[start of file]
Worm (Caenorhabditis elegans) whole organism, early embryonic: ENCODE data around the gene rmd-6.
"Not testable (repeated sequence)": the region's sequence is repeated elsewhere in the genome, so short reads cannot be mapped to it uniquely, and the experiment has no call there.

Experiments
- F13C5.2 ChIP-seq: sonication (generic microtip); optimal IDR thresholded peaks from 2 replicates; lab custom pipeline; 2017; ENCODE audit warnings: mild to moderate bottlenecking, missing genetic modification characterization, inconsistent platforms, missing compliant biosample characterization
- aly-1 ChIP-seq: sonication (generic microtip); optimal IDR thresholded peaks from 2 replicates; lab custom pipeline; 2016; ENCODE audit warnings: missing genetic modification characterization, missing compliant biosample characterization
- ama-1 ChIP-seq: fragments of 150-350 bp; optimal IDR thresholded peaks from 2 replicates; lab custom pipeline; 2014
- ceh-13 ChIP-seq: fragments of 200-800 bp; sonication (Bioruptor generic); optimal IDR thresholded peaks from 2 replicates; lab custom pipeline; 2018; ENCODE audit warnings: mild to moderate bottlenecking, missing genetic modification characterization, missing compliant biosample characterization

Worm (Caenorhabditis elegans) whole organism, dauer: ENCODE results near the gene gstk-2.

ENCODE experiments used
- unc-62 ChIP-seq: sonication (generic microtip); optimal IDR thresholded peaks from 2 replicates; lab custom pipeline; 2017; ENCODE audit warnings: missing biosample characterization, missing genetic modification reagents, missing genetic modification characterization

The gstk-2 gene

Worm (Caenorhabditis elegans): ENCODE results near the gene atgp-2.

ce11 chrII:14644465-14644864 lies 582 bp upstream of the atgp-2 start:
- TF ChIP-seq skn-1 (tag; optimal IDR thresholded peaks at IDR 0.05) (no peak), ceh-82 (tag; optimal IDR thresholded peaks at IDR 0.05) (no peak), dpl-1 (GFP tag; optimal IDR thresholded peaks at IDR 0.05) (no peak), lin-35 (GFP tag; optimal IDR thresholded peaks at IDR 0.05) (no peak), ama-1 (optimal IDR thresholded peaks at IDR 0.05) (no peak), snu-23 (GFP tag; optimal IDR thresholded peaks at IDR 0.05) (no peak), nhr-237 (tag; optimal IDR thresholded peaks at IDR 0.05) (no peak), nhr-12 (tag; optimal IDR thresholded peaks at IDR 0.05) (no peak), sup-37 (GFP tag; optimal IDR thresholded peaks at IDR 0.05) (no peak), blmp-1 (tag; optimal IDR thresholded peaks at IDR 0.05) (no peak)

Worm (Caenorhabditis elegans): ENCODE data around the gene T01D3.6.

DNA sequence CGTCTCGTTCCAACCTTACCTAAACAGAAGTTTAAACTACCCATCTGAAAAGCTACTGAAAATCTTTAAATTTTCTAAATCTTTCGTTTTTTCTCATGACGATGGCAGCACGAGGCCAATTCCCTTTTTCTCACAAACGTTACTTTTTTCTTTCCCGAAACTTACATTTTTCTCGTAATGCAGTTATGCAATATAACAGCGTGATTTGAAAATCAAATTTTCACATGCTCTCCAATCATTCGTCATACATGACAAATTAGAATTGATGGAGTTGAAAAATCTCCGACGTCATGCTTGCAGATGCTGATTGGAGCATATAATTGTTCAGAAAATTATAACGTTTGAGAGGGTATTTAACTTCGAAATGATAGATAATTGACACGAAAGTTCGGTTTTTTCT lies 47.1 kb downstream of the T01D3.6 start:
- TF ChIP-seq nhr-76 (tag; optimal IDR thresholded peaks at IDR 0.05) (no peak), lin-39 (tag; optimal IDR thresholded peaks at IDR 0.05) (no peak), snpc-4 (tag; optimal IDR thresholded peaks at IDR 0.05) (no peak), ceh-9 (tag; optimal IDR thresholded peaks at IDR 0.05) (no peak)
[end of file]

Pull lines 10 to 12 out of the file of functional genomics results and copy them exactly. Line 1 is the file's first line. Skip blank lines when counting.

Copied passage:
- unc-62 ChIP-seq: sonication (generic microtip); optimal IDR thresholded peaks from 2 replicates; lab custom pipeline; 2017; ENCODE audit warnings: missing biosample characterization, missing genetic modification reagents, missing genetic modification characterization

The gstk-2 gene

Worm (Caenorhabditis elegans): ENCODE results near the gene atgp-2.